On race day in New Delhi, he kept a conservative pace for the first six kilometers and then went slightly faster. “ I could catch the leaders around the 10k mark and then we started pushing each other till 30k before they began slowing down. I stuck with the same pace till 37k but then I got a bad cramp which forced me to stop. I had to stretch and walk for about 30-40 seconds before I could recommence running,” he said. He was able to hold on to his pace and finish ahead of others in the amateur category. The timing – 2:31:33 was an improvement in PB by 16 minutes; it also fetched a position on the podium.

When the 2020 Ironman 70.3 World Championships in New Zealand was cancelled due to COVID-19, Nihal had opted for the event’s 2021 edition scheduled in Utah, USA. At that time, a year had seemed adequate for humanity to counter the virus. Early 2021; in hindsight, that smacked of over-optimism. With the world still in the clutches of the pandemic and international travel yet to become normal, Nihal is unsure whether he would be able to attend the event in Utah. Races closer to home appear more practical. “ I hope to participate in the 2021 TMM in May, if it is held as planned,’’ Nihal said.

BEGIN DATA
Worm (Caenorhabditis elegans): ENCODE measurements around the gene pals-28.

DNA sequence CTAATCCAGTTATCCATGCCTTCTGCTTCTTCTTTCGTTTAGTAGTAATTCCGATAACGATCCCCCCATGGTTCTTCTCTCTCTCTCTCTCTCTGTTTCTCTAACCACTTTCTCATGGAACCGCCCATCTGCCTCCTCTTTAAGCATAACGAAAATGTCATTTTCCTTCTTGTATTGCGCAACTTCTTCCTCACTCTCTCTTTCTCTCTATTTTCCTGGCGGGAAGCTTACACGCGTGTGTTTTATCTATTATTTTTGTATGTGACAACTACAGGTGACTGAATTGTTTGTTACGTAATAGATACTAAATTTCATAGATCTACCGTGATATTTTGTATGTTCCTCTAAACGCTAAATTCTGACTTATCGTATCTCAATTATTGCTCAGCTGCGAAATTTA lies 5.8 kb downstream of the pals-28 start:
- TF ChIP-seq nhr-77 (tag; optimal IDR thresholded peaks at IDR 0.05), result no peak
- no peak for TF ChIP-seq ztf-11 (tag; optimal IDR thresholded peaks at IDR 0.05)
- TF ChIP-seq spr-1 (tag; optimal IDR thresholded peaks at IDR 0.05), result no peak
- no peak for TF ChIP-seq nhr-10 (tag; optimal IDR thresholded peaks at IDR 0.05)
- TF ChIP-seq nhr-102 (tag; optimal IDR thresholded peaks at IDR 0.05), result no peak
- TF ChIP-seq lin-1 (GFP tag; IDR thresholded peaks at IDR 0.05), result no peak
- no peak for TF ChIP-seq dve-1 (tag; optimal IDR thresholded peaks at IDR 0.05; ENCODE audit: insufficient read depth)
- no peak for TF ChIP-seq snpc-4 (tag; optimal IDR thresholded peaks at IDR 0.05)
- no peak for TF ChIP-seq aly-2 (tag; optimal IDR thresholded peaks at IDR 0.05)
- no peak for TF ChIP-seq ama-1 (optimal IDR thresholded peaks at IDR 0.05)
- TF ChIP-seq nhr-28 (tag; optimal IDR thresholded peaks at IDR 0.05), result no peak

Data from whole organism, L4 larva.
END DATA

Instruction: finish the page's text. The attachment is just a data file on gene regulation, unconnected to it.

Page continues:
(The authors, Latha Venkatraman and Shyam G Menon, are independent journalists based in Mumbai. For more on Nihal Baig, please click on this link:


Amar Singh Devanda

Amar Singh Devanda, Gunjan Khurana set new national bests in 100km

Top four male finishers break existing 100km national best

Binay Sah, Deepti Chaudhary win 24-hour race